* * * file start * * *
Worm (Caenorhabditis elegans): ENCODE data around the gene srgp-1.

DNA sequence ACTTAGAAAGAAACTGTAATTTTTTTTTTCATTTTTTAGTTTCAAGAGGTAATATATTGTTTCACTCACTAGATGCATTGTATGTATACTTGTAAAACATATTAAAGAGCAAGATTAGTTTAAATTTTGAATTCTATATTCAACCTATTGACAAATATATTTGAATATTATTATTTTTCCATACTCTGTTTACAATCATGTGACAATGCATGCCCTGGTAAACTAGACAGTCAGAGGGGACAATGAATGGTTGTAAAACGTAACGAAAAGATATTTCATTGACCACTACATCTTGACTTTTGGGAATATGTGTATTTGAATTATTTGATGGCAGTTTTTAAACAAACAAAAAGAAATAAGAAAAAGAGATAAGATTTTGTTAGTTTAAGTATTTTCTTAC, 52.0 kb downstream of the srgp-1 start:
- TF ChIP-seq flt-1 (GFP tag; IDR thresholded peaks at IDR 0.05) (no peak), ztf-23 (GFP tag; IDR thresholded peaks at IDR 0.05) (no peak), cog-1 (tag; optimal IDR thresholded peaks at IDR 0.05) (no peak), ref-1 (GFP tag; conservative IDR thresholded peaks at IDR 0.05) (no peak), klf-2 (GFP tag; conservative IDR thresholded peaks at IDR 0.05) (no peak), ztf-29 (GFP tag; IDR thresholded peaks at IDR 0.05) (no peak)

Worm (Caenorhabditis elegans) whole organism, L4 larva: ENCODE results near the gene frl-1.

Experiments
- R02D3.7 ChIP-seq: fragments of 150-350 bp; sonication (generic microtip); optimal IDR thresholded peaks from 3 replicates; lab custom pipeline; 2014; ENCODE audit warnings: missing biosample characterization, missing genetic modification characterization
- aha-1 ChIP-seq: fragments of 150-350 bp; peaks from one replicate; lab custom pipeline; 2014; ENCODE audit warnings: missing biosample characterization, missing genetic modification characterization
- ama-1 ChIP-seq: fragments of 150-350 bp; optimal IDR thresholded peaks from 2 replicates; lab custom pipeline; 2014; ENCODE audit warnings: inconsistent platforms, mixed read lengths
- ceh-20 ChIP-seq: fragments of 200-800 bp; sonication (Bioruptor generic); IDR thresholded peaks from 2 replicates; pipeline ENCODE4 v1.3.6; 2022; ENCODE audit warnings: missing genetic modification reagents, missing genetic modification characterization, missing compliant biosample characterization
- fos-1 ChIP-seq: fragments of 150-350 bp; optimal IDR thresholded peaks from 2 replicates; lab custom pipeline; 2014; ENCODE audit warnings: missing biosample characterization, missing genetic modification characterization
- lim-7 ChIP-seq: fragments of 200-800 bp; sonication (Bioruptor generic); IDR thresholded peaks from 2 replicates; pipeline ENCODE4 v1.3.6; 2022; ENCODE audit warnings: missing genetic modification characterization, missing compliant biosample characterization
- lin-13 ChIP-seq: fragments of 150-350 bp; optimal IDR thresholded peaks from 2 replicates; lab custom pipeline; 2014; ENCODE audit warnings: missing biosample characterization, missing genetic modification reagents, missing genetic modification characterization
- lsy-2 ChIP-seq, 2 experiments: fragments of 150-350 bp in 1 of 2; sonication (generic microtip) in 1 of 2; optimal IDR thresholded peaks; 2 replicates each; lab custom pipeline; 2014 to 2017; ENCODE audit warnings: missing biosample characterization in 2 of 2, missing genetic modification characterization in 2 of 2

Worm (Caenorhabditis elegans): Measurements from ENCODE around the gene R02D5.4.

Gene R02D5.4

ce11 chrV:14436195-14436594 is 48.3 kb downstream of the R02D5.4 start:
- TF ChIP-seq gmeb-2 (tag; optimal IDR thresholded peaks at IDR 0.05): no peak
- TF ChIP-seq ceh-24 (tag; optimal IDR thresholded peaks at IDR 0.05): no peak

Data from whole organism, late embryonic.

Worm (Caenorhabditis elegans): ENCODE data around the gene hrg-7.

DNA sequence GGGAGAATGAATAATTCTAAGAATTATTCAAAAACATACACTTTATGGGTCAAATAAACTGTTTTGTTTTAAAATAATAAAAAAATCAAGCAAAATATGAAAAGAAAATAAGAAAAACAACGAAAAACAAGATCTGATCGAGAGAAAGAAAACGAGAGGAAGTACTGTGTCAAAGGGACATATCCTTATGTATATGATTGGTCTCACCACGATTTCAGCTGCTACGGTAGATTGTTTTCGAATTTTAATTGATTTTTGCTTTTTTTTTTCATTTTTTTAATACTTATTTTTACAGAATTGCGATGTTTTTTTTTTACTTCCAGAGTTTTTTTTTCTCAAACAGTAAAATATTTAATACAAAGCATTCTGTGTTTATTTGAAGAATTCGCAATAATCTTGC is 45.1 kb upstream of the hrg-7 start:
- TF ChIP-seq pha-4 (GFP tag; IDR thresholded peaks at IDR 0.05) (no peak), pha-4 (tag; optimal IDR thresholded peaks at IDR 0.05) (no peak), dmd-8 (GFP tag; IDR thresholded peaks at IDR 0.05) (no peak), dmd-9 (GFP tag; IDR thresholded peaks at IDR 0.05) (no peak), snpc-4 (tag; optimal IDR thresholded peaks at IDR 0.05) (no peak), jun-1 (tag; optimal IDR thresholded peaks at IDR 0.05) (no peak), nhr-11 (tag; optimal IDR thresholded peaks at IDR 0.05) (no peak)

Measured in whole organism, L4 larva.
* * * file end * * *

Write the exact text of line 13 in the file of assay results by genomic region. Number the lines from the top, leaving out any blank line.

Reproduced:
- lsy-2 ChIP-seq, 2 experiments: fragments of 150-350 bp in 1 of 2; sonication (generic microtip) in 1 of 2; optimal IDR thresholded peaks; 2 replicates each; lab custom pipeline; 2014 to 2017; ENCODE audit warnings: missing biosample characterization in 2 of 2, missing genetic modification characterization in 2 of 2